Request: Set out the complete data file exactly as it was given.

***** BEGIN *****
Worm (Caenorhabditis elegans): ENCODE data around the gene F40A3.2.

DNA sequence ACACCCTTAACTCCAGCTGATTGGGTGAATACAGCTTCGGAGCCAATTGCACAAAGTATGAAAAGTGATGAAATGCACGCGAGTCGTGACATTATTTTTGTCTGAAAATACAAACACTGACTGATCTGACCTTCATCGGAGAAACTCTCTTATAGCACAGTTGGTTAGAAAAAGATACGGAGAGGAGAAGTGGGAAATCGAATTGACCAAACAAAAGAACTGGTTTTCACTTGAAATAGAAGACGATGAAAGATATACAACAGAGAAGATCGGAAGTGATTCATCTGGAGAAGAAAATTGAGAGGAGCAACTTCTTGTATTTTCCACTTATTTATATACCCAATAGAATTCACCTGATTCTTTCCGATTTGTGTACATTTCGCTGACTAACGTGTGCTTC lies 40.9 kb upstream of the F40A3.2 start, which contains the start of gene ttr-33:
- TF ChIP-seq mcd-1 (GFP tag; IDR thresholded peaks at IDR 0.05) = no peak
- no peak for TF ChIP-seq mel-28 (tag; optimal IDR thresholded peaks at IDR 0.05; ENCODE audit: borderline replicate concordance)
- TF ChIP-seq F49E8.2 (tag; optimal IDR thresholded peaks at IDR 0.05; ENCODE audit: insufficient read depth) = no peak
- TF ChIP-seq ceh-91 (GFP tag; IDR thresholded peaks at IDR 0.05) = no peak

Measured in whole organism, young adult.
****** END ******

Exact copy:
Worm (Caenorhabditis elegans): ENCODE data around the gene F40A3.2.

DNA sequence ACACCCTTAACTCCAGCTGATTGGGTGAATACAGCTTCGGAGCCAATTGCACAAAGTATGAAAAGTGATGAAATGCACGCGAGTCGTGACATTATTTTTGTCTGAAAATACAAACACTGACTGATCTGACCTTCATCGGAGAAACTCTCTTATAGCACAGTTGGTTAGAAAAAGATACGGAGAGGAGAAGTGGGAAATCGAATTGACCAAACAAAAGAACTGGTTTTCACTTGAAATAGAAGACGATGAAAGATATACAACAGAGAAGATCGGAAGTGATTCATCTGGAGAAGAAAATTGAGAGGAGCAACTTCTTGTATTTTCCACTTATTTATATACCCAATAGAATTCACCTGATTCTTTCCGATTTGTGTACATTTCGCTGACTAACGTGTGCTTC lies 40.9 kb upstream of the F40A3.2 start, which contains the start of gene ttr-33:
- TF ChIP-seq mcd-1 (GFP tag; IDR thresholded peaks at IDR 0.05) = no peak
- no peak for TF ChIP-seq mel-28 (tag; optimal IDR thresholded peaks at IDR 0.05; ENCODE audit: borderline replicate concordance)
- TF ChIP-seq F49E8.2 (tag; optimal IDR thresholded peaks at IDR 0.05; ENCODE audit: insufficient read depth) = no peak
- TF ChIP-seq ceh-91 (GFP tag; IDR thresholded peaks at IDR 0.05) = no peak

Measured in whole organism, young adult.